the irresistible fleet of bicycles


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talkin healthcare for farmers

Farmer Taylor Hutchinson photo credit: Kathleen Masterson/VPR

Taylor Hutchinson – photo credit: Kathleen Masterson/VPR

Folks, this is a pretty important conversation!

Already on the margins of income, new farmers face an especially challenging prospect when it comes to budgeting for health insurance.

The good people over at Vermont Public Radio recently did a show on the difficulties of trying to navigate the world of health care for farmer businesses.

UVM rural sociologist and researcher Shoshanah Inwood says when they asked farmers about issues they faced she expected to hear about cost of land, inputs, neighbors, but was surprised to learn that health care was on all the participants minds.

“The number one issue facing farmers was the cost of health insurance. They identified that as the biggest threat to their farm,” she said.

“Well, how many people know a farmer that has an injury? Or a farm family that has a chronic health issue? Or a mental health issue?’ And everybody’s hand goes up,” Inwood said. “And that’s the one issue we really never talk about, are some of those social needs that farm families have.”

Let’s just say this now: health care as a right not a privilege!

You can hear the VPR interview with farmer Taylor Hutchinson (Footprint Farm) and read the full article here 

 


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urban farming fellowships in berkeley, california

If you’re between the ages of 21 and 31 and looking for an incredible opportunity to learn about urban farming, listen up! Urban Adamah in Berkeley, CA is now accepting applications for its three-month fellowship program. Not only do you learn the ins and outs of growing delicious organic food in the city, but the program also incorporates social justice training, mindfulness, and progressive Jewish learning and living. No prior experience is needed.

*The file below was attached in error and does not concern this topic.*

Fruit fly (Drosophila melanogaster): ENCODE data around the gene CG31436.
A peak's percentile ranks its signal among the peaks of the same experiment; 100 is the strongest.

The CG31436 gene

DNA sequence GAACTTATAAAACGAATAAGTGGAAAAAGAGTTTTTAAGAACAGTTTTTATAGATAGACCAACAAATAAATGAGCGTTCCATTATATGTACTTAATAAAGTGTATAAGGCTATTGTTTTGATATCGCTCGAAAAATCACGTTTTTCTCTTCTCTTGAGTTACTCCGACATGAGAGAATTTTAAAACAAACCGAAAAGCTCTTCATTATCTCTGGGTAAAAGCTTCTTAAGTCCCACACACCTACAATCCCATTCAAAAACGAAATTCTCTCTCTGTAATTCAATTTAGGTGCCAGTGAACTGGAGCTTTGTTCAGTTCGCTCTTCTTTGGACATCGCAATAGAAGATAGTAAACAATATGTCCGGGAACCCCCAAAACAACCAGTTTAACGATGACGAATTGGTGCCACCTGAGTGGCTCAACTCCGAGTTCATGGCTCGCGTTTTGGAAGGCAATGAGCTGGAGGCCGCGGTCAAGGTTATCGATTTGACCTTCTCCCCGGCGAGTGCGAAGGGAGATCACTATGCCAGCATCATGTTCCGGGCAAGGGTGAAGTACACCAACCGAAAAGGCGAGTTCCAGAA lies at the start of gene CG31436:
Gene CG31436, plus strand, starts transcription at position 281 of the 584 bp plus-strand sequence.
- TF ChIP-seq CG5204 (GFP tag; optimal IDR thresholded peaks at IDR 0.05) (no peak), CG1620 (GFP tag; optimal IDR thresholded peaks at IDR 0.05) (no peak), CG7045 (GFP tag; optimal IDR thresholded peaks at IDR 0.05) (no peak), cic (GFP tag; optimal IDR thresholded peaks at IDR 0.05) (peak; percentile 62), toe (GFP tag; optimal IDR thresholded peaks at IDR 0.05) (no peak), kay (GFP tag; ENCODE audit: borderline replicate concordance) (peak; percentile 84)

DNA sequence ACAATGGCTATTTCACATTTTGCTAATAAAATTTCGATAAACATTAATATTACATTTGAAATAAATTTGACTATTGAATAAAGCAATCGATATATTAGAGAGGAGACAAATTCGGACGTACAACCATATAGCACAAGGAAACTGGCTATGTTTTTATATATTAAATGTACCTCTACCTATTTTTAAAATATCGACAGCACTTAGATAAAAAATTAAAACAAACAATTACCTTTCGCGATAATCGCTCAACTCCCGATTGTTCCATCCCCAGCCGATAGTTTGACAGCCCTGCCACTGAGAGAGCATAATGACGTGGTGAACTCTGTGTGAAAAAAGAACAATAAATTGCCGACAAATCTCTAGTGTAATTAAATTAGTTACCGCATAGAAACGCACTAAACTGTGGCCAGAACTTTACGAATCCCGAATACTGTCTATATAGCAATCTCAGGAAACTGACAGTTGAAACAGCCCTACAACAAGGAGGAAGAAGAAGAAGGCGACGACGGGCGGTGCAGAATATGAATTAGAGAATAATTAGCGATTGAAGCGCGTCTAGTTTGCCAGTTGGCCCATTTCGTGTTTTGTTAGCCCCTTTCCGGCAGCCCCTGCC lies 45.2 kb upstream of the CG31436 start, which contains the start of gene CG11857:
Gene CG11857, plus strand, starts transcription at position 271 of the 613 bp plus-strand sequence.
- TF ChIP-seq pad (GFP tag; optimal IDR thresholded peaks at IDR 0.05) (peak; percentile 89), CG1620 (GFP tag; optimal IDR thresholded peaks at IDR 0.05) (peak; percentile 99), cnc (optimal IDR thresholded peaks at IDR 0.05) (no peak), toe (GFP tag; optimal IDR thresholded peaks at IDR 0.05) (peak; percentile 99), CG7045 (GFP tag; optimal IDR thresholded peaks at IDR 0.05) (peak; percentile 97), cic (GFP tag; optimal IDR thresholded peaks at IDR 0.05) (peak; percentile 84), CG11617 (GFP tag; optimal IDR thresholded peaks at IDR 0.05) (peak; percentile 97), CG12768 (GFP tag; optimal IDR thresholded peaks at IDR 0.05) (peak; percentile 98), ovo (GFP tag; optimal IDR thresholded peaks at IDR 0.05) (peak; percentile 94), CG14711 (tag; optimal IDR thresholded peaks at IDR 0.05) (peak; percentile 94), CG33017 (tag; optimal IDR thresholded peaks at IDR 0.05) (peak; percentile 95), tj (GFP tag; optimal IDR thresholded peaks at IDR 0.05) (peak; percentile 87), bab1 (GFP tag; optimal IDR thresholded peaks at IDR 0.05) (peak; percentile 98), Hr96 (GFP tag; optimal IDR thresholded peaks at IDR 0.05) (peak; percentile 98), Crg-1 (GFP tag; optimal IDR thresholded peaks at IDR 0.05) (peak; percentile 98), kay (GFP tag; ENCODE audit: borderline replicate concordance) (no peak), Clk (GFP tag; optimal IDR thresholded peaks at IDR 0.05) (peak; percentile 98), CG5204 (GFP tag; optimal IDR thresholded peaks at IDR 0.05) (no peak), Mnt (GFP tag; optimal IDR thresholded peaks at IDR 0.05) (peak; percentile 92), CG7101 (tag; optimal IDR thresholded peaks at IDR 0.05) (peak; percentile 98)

Entering its 5th year of educating young farmers, the fellowship has a fee on a sliding scale between $600 and $3000, which includes housing, food, and all program-related expenses. There are opportunities in the spring, summer, and fall, but apply soon as spots fill up quickly.

Learn more by watching the video above and clicking HERE.


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“agriculture has been one of the greatest blessings and curses to civilization”

Mark Shepard.jpg

Curious about the title to this post? An upcoming three-day workshop in Stephentown, NY will dive deep into our problematic agricultural system and how permaculture and restorative practices can provide solutions. Taught by restoration agriculture guru Mark Shepard, the workshop runs from April 28th through April 30th at beautiful Back the Land Farm.

As we have inherited the tradition, agriculture requires massive inputs of energy to sow, harvest, and spread various biocides.   This has had devastating effects on the environment and society.  Restoration Agriculture seeks to use what we know about ecology to create food-producing systems that will require no additional energy inputs and  yield an abundance for generations to come.

It will be a fun and inspirational weekend! Camping is available on site, lunch and dinner are provided, and the whole kit and caboodle costs $550 with some early bird discounts available. Learn more and buy tickets HERE and read Mark Shepard’s bio HERE.


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real leaders lovin climate

climate-lovin

In the age of twitter leadership and instagram bill signings occasionally we see something that’s worth mention.

The Swedish government has just signed a new climate action plan that commits to phasing out greenhouse gas emissions by the year 2045. Really no need to contrast that historic decision with the likes of which we have been seeing here on US soil. In fact let’s leave it to a photo which, as we know, seem to say a lot more than words these days. In the above picture Isabelle Lovin, Swedish Deputy Prime Minister, is signing the bill surrounded by her all female staff.